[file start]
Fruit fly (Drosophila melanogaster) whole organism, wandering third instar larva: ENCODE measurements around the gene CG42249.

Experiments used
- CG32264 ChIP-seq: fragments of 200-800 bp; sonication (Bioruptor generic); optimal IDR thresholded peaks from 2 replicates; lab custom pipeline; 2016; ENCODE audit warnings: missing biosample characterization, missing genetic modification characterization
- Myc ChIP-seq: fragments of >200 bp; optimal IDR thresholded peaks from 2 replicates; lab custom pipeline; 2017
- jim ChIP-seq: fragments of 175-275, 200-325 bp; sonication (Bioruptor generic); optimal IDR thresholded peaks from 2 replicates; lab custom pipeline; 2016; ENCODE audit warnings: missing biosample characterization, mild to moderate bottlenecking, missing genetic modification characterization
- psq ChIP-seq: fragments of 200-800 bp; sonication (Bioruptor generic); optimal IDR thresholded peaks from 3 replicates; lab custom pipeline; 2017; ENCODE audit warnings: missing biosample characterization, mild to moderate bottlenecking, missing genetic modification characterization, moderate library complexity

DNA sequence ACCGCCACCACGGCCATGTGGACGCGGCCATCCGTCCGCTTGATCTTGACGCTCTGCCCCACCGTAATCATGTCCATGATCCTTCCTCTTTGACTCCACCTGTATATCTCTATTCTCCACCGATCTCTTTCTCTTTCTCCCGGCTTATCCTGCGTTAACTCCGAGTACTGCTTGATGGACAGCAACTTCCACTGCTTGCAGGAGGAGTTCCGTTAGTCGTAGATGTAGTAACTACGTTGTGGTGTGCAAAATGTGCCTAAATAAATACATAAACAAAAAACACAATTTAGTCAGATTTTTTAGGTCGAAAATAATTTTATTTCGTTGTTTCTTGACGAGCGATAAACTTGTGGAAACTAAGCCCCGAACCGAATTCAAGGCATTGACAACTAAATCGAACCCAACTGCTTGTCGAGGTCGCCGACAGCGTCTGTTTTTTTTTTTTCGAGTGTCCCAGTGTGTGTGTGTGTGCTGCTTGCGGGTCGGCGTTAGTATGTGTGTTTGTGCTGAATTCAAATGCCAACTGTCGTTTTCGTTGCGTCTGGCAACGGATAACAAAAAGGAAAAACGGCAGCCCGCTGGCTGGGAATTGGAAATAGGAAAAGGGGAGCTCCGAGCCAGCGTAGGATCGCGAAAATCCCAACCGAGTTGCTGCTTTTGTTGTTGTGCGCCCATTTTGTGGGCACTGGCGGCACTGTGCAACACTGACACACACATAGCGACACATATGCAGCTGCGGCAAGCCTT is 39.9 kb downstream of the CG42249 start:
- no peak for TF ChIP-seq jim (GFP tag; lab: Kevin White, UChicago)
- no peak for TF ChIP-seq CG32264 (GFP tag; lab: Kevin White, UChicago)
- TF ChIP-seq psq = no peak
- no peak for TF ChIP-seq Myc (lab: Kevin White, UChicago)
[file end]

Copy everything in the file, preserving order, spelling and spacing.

Fruit fly (Drosophila melanogaster) whole organism, wandering third instar larva: ENCODE measurements around the gene CG42249.

Experiments used
- CG32264 ChIP-seq: fragments of 200-800 bp; sonication (Bioruptor generic); optimal IDR thresholded peaks from 2 replicates; lab custom pipeline; 2016; ENCODE audit warnings: missing biosample characterization, missing genetic modification characterization
- Myc ChIP-seq: fragments of >200 bp; optimal IDR thresholded peaks from 2 replicates; lab custom pipeline; 2017
- jim ChIP-seq: fragments of 175-275, 200-325 bp; sonication (Bioruptor generic); optimal IDR thresholded peaks from 2 replicates; lab custom pipeline; 2016; ENCODE audit warnings: missing biosample characterization, mild to moderate bottlenecking, missing genetic modification characterization
- psq ChIP-seq: fragments of 200-800 bp; sonication (Bioruptor generic); optimal IDR thresholded peaks from 3 replicates; lab custom pipeline; 2017; ENCODE audit warnings: missing biosample characterization, mild to moderate bottlenecking, missing genetic modification characterization, moderate library complexity

DNA sequence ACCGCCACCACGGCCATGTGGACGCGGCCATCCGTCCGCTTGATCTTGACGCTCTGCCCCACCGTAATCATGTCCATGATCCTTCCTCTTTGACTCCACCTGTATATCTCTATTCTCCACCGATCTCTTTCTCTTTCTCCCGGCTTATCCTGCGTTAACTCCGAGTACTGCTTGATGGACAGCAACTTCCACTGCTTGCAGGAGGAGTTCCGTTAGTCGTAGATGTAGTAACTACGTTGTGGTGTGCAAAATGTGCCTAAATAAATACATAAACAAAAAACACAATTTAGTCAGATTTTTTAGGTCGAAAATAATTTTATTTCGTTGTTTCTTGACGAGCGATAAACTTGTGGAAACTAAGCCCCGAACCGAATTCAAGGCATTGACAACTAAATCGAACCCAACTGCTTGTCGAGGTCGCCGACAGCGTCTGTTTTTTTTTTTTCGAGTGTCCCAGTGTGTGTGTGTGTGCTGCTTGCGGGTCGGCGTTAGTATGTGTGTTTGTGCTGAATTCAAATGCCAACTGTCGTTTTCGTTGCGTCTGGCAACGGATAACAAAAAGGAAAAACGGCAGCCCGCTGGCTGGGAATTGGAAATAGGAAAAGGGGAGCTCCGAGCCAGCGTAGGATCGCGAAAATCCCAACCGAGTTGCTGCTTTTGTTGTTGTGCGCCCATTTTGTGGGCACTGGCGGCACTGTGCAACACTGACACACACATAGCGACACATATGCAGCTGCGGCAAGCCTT is 39.9 kb downstream of the CG42249 start:
- no peak for TF ChIP-seq jim (GFP tag; lab: Kevin White, UChicago)
- no peak for TF ChIP-seq CG32264 (GFP tag; lab: Kevin White, UChicago)
- TF ChIP-seq psq = no peak
- no peak for TF ChIP-seq Myc (lab: Kevin White, UChicago)